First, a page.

We usually start the research stage with different kinds of interviews: kick-off with customers, interviews with potential users, retrospective interviews, testing of “thinking out loud.” Meanwhile, the main focus of these conversations is the identification of problems and barriers users come across. Of course, having defined “where it hurts” we can diagnose more accurately and treat a symptom. But, why so few people ask about “How would you like it to work?” or “What do you think, how could we make the current functional better?”. And if such questions are aroused, only for a tick and they are not always transformed into something significant. The maximum they take is some individual cravings. Although you can get much more valuable information that will lead you to the right decision, and even may become it.
Of course, to trigger a user on a flight of fantasy can be quite difficult, especially when there is no experience in this matter. But do not despair, there is one interesting method that will help you to do it. I call it “The drooling unicorn.” The point is very simple. If you want to define the optimal process of interaction, during the interview you can say the following: “Okay, Tom, and now, let’s keep our mind away from your past experience and fly to the wonderland. Imagine that you see a magic service in front of you made from the saliva of a unicorn, it can do whatever you want and can solve any problem you have. How do you imagine working with it? What can it do? How? “And so on and so forth. Such a comic way helps the user to tune into unserious spirit to be able to suggest ideas that he would hesitate to say before that. This “magic” service helps to suggest solutions to problems that previously seemed unsolvable.
In any case, after the interview, you can get a draft of a storyframe. Why is it going to be a draft? Well, because users do not always know exactly what they want. As Henry Ford said, “If I asked people what they want, they would all ask for a quicker horse”. And Mr. Henry is absolutely right that no one knows the exact accomplishment of the user’s goal, but the main focus can be identified. If we applied our method, then the storyframe of Henry Ford would sound like this: The user sits in / on / between something to get to the right place, and does it very quickly 🙂
And here is a case from my experience. In EPAM, there is a special service which allows to collect a feedback, to learn your weak places and to work over them. It sounds like a good intention, but nobody liked it. Well, what could be the best solution to the problem than the redesign … It was successfully produced, moreover, quite quickly, but how well — no one knew.
Approximately half a year ago, I was asked the question: “Did it work out”? In short, the metrics were improved, but the attitude towards users remained unchanged. I decided to conduct an interview in order to get to the bottom of this, and at the same time to form a mental model of users using the method of the “Drooling unicorn”. As it turned out, users disliked not the service itself, but the process underlying it. That is, people regarded the feedback as a duty and forgot half of everything that needed to be reflected (feedback could be left only 2 times a year). Thus, users told me what they wanted, but they were very superficial and could not expose their thoughts to a specific visual solution, since they did not have the experience and skills.
Thus, after creating the foundation, we can impose technical limitations, business requirements and your experience on the pure mental model of the user to somewhere expand your history, and somewhere to fit it into the existing framework. The best way to do this will be by building a storyframe right into the persona or by creating a UJM.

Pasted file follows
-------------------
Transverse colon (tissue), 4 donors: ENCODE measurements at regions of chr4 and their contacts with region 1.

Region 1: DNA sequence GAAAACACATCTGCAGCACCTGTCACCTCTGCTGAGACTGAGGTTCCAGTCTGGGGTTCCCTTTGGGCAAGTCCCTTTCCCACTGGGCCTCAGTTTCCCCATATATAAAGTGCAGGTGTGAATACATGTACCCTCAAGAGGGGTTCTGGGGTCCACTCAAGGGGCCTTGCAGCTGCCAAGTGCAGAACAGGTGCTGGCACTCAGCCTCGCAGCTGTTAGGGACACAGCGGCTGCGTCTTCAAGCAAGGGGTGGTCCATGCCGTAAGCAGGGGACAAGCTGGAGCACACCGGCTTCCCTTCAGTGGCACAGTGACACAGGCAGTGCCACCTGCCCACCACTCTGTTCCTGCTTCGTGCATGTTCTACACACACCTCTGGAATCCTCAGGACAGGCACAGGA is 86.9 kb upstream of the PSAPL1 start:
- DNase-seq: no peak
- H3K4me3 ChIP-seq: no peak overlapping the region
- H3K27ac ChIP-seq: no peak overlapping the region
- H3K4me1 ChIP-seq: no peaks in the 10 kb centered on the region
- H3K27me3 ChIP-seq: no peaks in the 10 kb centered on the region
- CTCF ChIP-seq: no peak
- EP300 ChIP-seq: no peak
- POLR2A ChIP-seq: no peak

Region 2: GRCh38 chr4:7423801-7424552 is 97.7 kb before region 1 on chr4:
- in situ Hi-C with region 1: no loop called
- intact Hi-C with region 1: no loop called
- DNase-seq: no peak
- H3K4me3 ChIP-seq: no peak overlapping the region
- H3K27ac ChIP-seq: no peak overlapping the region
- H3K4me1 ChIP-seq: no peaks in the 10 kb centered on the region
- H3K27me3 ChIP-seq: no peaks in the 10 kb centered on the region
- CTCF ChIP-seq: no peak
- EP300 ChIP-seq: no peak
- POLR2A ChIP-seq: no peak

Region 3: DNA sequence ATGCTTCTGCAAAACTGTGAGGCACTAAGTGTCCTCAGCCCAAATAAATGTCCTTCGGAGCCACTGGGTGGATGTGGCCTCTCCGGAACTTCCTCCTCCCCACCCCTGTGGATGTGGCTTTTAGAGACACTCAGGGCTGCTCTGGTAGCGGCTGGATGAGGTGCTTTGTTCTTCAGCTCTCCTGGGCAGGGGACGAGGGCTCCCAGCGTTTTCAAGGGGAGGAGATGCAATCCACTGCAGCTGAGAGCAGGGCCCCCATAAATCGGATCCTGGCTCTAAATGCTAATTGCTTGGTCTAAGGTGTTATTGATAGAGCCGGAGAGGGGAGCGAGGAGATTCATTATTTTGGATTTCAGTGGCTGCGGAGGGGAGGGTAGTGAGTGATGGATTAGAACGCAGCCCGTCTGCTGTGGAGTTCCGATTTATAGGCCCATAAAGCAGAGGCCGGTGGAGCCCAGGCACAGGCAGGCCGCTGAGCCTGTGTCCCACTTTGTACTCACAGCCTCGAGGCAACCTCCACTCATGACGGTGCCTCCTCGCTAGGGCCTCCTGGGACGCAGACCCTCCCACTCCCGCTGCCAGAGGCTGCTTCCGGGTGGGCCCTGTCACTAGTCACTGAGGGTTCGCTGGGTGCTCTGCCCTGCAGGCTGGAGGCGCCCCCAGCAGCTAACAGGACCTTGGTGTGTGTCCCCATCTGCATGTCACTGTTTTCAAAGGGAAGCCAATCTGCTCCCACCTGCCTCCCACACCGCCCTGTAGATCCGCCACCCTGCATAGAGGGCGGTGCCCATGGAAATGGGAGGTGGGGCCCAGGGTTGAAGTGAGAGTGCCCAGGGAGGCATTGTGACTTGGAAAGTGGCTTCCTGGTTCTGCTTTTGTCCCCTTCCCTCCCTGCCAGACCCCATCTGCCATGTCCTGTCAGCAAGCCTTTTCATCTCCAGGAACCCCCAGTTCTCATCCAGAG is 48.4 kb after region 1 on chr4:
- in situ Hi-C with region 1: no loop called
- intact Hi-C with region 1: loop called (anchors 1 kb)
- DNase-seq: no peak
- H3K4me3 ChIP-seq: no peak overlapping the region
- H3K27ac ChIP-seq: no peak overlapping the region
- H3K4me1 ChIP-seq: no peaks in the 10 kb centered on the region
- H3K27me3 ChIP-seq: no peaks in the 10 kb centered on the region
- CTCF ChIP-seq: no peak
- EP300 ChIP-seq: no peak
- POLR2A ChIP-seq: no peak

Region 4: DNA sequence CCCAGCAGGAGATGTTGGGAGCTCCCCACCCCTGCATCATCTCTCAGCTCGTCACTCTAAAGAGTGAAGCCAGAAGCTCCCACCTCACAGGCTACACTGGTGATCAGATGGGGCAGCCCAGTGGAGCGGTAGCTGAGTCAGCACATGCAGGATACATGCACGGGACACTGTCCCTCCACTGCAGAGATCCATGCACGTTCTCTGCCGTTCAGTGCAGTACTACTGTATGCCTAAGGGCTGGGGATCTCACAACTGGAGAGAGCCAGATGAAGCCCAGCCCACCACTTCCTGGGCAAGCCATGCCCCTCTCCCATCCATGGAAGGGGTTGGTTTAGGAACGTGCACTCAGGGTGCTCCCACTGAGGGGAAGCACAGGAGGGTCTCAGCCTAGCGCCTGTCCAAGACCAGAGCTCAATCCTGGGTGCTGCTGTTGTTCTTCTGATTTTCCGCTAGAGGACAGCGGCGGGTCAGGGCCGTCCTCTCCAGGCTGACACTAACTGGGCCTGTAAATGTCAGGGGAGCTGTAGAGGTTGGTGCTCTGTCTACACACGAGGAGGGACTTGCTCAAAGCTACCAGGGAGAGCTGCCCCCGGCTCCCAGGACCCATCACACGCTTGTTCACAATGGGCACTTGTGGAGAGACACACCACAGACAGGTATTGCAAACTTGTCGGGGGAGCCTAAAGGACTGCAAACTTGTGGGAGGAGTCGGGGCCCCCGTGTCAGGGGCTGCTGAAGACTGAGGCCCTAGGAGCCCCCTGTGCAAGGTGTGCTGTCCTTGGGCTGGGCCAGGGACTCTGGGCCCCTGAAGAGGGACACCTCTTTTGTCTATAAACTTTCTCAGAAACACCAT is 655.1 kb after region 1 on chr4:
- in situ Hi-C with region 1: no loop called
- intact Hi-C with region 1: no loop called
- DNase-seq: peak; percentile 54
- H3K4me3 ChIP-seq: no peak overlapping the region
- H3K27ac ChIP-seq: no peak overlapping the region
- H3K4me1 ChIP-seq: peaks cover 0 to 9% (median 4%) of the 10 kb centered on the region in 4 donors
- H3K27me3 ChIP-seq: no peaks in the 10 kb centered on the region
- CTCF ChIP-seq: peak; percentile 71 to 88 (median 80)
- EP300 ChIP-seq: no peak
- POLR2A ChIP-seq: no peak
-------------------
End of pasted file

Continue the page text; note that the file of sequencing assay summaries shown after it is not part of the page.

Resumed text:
If someone has ever made a so-called “personas”, then they should know how difficult it is to determine the criteria that will influence the design process: usually, this is a set of useless fields that cannot be relied upon in the design. I suggest the idea of embedding the field of the mental model, along with the most necessary motives, goals and tasks, in order to make this artifact as useful as possible.
As for UJM, this “baby” is already an updated storyframe. In our case, it looked like this. And with this you can already work;)
By the way, all these activities helped to convince the leadership of the need to review the process. So now, we generally went beyond the service and are developing a universal digital assistant, which will ask questions and collect feedback. And that’s all just because users said that they would like to communicate with a very clever friend …
But no one is perfect. Having super-abstraction is both a gift and a curse. Along with the speed of change, here comes one complexity that is not so clearly visible at first sight. Let me give an example: Imagine a dog … I’ll give you a few seconds to make it a bit overgrown with details. Are you ready? And now I ask you to describe what you see before your eyes: is it large? Small? Black? Redhead? Someone can see a sheepdog or a bulldog. I can see “@”.
Do you understand what I’m getting at? Due to the fact that storyframes are very subjective, they are useful only for generating the most successful solution, but are useless in testing, because everyone will see something of their “own” in them. Thus, I would not advise showing them to anyone besides yourself and the people with whom you have synchronized … brain waves. So let’s move on the path from the abstract amoeba to the clear decision. And next stop is paper prototyping.
May the bibliophiles forgive me for this term, because original “Paper prototyping” means precisely the process of creating something from paper. When you, for example, cut out an iPhone, fold it like an origami, and after that you scroll the screenshots through it like a film-strip. What is discussed below is called Sketches. Or, as I like to call them, “scribbles.”
Drawing something by hand on paper is a super-productive occupation. Many people miss this step, and in vain, because the moving immediately into the digital environment is fraught with immersion in pixelification, instead of creating a working concept. Moreover, everything is ready for a quick sketch: UJM literally begs to prototype him. Actually, there is nothing super-complicated here, no secret that the main thing is not to be afraid or embarrassed that you don’t know how to draw. You don’t need this skill here.